The A815 hugging the coast of Loch Eck is typical of the region’s wider roads – smooth, quiet and perfect for ticking off the kilometres at a decent lick. We don’t see a single car travelling in either direction. Campbell tells me this is about as busy as the main roads get in the week. 

On reaching Strachur and turning left at the most northerly tip of our ride, his food stop planning once more proves itself peerless. We dismount at the Out Of The Blue Bistro, not to join the septuagenarian coach-party clientele, but to visit the adjacent corner shop, from which a four-pack of toffee cakes and a brace of Cokes are purchased and immediately inhaled. 

Diving off the A-road, we pick up a single-track lane that marks the beginning of a deserted passage southwards along the shore of Loch Fyne. We are riding at the water’s edge, the road dipping down, cutting back, ramping up, following the contours of the tree-filled shoreline’s inlets. A red squirrel scurries across our path. Occasional potholes and a multitude of broken twigs litter stretches of the road, but keeping my wits about me for these minor hazards is a small price to pay for the views, which open out across the loch as sunlight begins to show through lifting cloud cover. 

For 45 minutes we’re isolated from everything but the sounds of waves, birdsong, the click of shifters, and the clatter of two chains moving up and down their cassettes. 

We’re both entering the unknown as we reach Otter Ferry and head inland. Campbell has heard stories about the climb of Bealach an Drain, but this is his first ascent. We know it’s long, though, so click onto the little ring and start our war of attrition. The road rockets up and we both wonder out loud if this is our lot for the next 4km. Thankfully the tarmac levels off to present a stunning view of pine forest to our left, but our respite is short-lived as I see the road heading steadily skyward along the tree line. I introduce my chain to the 28-tooth sprocket and we ride slowly and easily, chatting, savouring the view of coniferous-coated hillside before us and shimmering loch to our left. 

Pacing myself up this gives me the energy required for a final dig to the top, aided by newly re-surfaced stretches of tarmac. Climbing this monster of Argyll would be a much more serious matter coming from the opposite direction, as we discover on the descent.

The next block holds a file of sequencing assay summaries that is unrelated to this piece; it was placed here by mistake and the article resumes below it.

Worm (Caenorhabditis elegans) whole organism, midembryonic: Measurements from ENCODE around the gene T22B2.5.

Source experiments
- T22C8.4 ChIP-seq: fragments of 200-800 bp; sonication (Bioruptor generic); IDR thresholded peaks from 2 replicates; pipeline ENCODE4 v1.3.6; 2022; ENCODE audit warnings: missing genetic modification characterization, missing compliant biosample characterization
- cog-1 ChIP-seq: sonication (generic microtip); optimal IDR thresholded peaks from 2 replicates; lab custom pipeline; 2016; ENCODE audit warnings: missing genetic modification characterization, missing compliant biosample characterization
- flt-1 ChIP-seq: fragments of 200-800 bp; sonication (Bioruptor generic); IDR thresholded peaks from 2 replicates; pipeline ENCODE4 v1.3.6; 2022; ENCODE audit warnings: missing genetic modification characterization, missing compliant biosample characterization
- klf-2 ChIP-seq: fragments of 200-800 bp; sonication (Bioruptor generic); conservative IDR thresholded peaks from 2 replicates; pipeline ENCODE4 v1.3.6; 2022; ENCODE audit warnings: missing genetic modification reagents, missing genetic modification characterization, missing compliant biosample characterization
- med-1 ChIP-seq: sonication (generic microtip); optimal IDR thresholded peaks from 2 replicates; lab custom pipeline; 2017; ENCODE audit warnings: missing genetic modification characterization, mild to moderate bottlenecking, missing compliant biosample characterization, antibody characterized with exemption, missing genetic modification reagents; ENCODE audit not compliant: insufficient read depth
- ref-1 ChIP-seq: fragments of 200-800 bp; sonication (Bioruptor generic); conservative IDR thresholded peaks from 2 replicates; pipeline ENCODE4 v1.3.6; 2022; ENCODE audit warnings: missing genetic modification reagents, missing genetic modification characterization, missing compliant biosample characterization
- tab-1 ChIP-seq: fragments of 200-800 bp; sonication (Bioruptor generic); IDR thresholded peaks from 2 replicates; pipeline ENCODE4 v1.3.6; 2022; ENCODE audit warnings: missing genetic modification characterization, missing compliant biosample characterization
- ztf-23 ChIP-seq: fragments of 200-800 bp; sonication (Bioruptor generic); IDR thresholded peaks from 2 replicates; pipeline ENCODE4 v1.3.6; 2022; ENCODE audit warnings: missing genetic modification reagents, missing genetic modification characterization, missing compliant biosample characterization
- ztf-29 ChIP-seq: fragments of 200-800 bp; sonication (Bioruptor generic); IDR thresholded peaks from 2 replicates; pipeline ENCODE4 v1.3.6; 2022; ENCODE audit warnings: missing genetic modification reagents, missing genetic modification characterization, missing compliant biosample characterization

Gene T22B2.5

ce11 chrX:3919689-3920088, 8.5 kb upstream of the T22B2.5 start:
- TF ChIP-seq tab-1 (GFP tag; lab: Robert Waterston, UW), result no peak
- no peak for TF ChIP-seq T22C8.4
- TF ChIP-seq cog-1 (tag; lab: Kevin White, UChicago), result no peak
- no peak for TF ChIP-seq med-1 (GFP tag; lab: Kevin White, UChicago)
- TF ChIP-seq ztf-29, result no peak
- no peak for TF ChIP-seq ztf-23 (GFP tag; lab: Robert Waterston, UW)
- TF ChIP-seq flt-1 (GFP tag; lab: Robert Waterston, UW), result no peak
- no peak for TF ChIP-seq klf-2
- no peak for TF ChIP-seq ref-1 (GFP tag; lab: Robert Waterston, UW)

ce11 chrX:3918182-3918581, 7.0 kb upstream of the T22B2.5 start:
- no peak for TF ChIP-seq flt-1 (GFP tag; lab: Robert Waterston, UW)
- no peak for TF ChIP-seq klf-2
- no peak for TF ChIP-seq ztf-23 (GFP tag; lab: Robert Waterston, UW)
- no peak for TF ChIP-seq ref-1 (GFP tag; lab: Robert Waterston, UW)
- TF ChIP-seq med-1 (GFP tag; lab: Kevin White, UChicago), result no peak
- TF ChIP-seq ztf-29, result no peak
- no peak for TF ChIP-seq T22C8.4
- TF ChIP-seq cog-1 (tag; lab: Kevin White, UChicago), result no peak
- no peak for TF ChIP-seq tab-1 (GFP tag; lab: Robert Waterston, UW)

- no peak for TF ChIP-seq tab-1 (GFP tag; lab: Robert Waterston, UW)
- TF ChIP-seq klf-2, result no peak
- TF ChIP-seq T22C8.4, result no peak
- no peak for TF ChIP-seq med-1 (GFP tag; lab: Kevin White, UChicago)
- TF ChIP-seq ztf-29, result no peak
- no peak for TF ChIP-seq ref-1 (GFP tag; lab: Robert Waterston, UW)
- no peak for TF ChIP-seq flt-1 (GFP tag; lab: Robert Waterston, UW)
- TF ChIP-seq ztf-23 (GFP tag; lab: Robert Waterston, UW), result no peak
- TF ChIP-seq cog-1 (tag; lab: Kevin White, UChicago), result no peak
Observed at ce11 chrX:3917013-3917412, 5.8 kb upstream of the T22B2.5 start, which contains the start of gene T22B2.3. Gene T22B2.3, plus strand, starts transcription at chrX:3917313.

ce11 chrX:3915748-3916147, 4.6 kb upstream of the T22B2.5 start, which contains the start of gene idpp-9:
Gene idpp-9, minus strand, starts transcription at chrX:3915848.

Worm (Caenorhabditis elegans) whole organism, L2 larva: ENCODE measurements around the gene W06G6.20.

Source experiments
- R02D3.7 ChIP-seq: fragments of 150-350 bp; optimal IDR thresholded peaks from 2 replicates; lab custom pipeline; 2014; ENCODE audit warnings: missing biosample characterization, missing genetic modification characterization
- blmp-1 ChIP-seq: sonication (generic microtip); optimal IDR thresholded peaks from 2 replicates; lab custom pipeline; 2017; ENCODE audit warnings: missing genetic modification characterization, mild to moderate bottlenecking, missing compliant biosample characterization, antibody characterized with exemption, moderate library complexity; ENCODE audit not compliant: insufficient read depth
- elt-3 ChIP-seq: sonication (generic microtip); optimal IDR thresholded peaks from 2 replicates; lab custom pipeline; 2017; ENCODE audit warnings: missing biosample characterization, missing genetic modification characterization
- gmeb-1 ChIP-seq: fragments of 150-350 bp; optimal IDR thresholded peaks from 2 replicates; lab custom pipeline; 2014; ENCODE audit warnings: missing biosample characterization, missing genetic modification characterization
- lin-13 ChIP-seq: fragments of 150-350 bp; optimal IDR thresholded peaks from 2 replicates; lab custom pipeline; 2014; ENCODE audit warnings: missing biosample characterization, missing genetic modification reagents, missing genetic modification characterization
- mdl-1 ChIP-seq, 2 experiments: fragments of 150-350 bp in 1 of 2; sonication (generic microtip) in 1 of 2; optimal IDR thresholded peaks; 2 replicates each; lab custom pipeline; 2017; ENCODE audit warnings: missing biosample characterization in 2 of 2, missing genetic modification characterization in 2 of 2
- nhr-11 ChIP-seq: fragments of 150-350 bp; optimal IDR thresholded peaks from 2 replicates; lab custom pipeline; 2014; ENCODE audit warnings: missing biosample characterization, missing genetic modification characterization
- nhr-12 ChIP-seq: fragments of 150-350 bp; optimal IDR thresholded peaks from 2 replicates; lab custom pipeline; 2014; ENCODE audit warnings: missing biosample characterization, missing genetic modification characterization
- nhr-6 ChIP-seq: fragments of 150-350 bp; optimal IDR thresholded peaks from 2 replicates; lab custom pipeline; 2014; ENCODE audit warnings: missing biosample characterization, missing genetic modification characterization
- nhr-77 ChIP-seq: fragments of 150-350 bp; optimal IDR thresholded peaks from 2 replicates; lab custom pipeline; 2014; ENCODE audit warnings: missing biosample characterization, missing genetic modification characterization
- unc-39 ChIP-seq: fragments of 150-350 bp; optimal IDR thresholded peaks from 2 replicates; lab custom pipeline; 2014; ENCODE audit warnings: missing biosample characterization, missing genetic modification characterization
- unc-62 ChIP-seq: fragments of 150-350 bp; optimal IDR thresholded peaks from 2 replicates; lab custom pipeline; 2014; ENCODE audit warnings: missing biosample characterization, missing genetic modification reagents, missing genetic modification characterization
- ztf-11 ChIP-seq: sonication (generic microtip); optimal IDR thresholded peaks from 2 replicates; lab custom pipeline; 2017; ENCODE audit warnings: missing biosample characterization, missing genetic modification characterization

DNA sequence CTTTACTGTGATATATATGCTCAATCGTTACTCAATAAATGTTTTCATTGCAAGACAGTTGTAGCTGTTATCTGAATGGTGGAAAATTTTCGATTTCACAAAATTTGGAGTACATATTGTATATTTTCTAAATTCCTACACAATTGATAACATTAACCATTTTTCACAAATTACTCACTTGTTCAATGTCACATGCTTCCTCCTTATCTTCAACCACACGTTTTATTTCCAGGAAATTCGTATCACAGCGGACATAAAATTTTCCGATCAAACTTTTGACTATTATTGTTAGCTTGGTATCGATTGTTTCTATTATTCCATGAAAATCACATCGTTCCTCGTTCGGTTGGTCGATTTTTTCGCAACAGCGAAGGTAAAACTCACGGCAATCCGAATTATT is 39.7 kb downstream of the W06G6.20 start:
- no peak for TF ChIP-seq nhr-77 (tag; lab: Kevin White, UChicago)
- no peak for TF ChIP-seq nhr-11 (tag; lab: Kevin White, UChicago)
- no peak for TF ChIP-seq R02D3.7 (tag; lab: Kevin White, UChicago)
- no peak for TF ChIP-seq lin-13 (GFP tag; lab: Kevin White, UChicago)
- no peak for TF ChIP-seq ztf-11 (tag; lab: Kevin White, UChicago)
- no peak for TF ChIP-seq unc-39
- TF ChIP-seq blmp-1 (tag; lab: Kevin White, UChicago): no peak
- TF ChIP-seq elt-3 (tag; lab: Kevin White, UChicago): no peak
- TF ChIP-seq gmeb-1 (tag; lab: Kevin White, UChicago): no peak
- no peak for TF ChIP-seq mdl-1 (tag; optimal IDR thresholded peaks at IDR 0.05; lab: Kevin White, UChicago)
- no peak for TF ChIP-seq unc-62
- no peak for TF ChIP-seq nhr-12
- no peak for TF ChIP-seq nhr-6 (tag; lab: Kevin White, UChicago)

The gradient is extremely steep, and when I meet a delivery truck coming the other way I have to somehow avoid it while not locking up my rear brakes. It’s in no position to stop for me – it would never start again on the slippy road. 

I squeeze past, a tang of adrenaline in my mouth, and focus my line around the ensuing tight bends, scanning the road for potholes. This is ear-popping territory, so quickly are we losing altitude, and I have to scrub off a good 15kmh for what is reputedly Scotland’s steepest hairpin. Just beyond it, Campbell is waiting by the side of the road. 

‘I’m going to ride up that, just to say I’ve done it,’ he says. And with that, he’s off, disappearing from view back up the bend. He reappears a few minutes later, hands on the drops, flashing by at escape velocity. I clip in and plummet after him. 

The Scottish Stelvio

Settling into a steady rhythm again, we slip down the A886 until we make it to the Colintraive Hotel for fish, chips, pies, fizzy pop and the obligatory slippery walk on cleats across wooden flooring. Lunch is followed by a 10-minute ferry crossing to the Isle of Bute, which gives us time to digest our food and plan our attack on Rothesay. 

Weeks previously, I’d spied Serpentine Road on the internet. An incongruously wiggly line on a map, I’d researched further and discovered this series of 13 switchbacks in the centre of Rothesay is the venue for Bute Wheelers’ annual hill climb. Riding this town planners’ oddity is the reason we’ve crossed Loch Striven and are now pedalling the coast of Bute like men possessed. We’re on a mission to reach Rothesay, tick a box, and time-trial back to catch the next ferry to Argyll. And the sun is beginning its inevitable descent.